We designed and installed the landscape here in 2015, part of which included a large blue stone landing linking the driveway to the front door. I always appreciate the opportunity to design the hard surfaces at the front door. Too often the walk and porch are too narrow, and any steps too shallow. The front door certainly asks to be a focal point of a home. That generously paved space made it possible to place a quartet of good sized steel planter boxes from Branch in concert with the door. The pots get planted in the spring, and are updated for all of the seasons to come. The winter is perhaps the most dramatic of all, as it should be. The Michigan winter is very long. The days are short and gray, and the nights come early and are black dark. Rob’s lighted steel tree forms on rod steel legs were installed directly into the pots – a request from my intrepid clients. A pair of seven footers in the back pair, and a pair of five footers in the front do an astonishingly good job of introducing light into the winter airspace. The resulting glow is warm and atmospheric. The lighting in the containers accomplishes something that traditional landscape lighting rarely does. It creates an opportunity for theater in the landscape.
Is theater a good quality in a landscape? Of course. Divine theater is created in the landscape by nature in countless unanticipated ways. That theater is what gives rise to those perfect moments in the garden. An unforgettable moment that will probably never be repeated is what gardeners garden towards. That is landscape theater at its best. Every gardener has their own version of that experience. Pictured above is a property that had major regrading and a new driveway last year. The landscape would have to wait until spring, as would the landscape lighting. As a temporary measure, we wrapped galvanized pipe with LED string lights. The pipes were threaded over steel rebar that had been sunk deep in the ground. The lighted pipes were not fancy, but the repetition of them on a wide sweeping curve was ruggedly sculptural. And they lit the driveway enough for a walk to the mailbox for the morning paper. Contemporary lighted landscape bollards from Louis Poulsen are due to be installed this month. They will light the way in a much more formal way. They are a permanent lighting solution that will be more about function than theater.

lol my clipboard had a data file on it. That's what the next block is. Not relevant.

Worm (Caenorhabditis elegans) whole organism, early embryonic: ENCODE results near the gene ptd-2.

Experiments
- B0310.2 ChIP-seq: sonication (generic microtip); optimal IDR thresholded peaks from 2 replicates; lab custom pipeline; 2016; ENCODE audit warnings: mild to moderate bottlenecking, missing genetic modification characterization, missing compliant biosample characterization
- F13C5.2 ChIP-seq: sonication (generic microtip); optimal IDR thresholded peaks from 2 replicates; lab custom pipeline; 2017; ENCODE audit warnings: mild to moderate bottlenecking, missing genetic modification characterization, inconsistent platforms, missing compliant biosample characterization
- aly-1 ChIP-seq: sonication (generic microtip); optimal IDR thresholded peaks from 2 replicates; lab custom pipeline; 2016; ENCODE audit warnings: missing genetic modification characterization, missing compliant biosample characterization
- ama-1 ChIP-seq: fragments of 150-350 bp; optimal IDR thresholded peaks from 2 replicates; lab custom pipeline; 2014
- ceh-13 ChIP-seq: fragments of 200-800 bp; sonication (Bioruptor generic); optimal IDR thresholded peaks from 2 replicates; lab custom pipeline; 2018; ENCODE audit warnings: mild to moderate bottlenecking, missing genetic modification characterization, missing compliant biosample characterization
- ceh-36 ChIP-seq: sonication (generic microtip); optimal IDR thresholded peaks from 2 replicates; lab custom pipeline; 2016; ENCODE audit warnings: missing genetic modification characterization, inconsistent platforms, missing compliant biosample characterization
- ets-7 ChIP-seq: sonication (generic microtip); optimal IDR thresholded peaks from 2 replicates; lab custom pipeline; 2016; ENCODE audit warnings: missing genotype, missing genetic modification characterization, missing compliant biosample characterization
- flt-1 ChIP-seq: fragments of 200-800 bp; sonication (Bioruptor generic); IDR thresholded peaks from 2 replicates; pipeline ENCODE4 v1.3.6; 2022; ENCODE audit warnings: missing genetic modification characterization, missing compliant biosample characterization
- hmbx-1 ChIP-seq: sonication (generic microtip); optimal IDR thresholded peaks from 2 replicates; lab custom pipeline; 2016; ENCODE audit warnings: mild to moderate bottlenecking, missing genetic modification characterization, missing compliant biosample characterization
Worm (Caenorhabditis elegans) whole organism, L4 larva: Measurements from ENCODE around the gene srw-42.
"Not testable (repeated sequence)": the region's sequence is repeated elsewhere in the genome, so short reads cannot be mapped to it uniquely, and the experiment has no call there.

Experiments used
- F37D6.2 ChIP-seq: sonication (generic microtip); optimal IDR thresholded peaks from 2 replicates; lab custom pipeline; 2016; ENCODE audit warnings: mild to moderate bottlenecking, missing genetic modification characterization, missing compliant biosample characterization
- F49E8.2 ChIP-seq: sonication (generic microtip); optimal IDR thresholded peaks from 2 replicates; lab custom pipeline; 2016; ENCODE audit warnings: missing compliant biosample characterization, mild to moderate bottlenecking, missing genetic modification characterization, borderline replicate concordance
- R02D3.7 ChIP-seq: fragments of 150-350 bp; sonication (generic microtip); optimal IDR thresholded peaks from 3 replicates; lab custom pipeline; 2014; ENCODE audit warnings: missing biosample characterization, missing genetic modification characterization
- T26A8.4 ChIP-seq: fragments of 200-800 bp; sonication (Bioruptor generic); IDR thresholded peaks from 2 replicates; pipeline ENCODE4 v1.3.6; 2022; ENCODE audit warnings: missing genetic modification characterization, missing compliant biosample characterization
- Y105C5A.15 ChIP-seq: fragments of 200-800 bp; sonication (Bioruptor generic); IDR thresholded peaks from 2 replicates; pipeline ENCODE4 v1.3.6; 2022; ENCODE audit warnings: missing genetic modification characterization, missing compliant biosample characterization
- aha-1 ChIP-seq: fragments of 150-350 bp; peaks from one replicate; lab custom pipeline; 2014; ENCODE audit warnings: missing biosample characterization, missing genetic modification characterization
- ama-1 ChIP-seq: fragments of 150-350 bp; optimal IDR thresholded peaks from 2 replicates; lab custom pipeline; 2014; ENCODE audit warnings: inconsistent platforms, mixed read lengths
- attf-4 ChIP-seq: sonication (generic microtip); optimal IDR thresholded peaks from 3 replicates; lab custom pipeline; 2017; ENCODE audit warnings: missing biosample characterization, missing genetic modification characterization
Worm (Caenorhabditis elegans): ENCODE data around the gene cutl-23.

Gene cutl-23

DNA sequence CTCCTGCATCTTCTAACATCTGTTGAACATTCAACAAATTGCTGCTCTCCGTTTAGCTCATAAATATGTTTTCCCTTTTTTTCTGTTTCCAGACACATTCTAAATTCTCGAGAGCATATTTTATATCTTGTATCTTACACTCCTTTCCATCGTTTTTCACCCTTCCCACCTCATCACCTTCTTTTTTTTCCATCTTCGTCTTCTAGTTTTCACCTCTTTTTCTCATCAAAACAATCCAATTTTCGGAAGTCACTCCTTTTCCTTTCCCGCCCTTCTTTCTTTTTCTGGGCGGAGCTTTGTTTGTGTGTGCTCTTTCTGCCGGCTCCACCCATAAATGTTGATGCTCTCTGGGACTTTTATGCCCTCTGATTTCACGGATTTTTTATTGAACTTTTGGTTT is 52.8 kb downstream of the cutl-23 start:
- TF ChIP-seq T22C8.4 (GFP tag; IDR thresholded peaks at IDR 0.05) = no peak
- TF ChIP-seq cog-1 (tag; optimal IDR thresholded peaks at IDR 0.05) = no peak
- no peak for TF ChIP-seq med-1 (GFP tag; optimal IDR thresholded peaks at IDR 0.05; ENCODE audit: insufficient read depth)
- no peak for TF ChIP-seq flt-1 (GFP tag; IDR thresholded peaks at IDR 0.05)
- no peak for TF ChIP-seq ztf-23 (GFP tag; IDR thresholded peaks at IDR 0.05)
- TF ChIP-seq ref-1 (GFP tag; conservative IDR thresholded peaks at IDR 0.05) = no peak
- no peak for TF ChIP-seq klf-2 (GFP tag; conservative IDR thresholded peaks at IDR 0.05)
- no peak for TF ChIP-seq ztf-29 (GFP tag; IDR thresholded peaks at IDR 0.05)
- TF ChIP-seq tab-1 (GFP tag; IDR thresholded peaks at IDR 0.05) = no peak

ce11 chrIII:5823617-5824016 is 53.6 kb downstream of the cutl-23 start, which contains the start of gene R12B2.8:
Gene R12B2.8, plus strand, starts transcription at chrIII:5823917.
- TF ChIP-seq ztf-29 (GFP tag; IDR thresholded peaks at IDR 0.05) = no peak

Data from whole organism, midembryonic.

There came a time when Howard was of an age that he could not navigate the steep steps going down into the garden from the deck. Lighting those steps with landscape lighting would certainly have helped me find my way up and down. But it would have been of no use to him, or our relationship. The lighting from the container pictured above made it possible for him to see me in the garden, and for me to see him. I had no worry that he would attempt the stairs, as he could see me. This moment was certainly theater. It told a story. I have this picture, and a very good memory.
No doubt these lighted containers at the end of the driveway are handy for illuminating the car door handle in the early morning, and a welcome home at night. There is a landscape down light in a nearby tree that no doubt makes the area easier to see at night, but the pots on the wall loaded with strings of lights at the base are more cheery and inviting than instructive. Landscape lighting that features specific objects or places in the landscape dictates the scope of the interaction. Designing and placing seasonal lighting in containers is a kind of gardening. They are as much celebration of the time as they are a reaction to it. It can organize a space or frame even a dimly lit view. They are a reason to view and visit the garden, despite the dark, cold and snow.
As the winter season soldiers on, the benefit of lighted winter pots intensifies. The visual interest and comfort they afford is difficult to ignore on a late January afternoon.
Our first lighted containers were designed specifically to celebrate the holiday season in December. It is a short bridge to cross, taking the concept of holiday decorating outdoors. The above container arrangement certainly draws on that history. But as remarkably different this holiday container is from the surrounding landscape, it is the light that brings the arrangement to life. It was remarkably time consuming to attach strings of lights vertically to a collection of branches. But that light transformed the view. The formal foreground landscape in contrast to the naturally chaotic background is a visual discussion easy to pass by in the winter. The lighted pot gives pause as much as pleasure.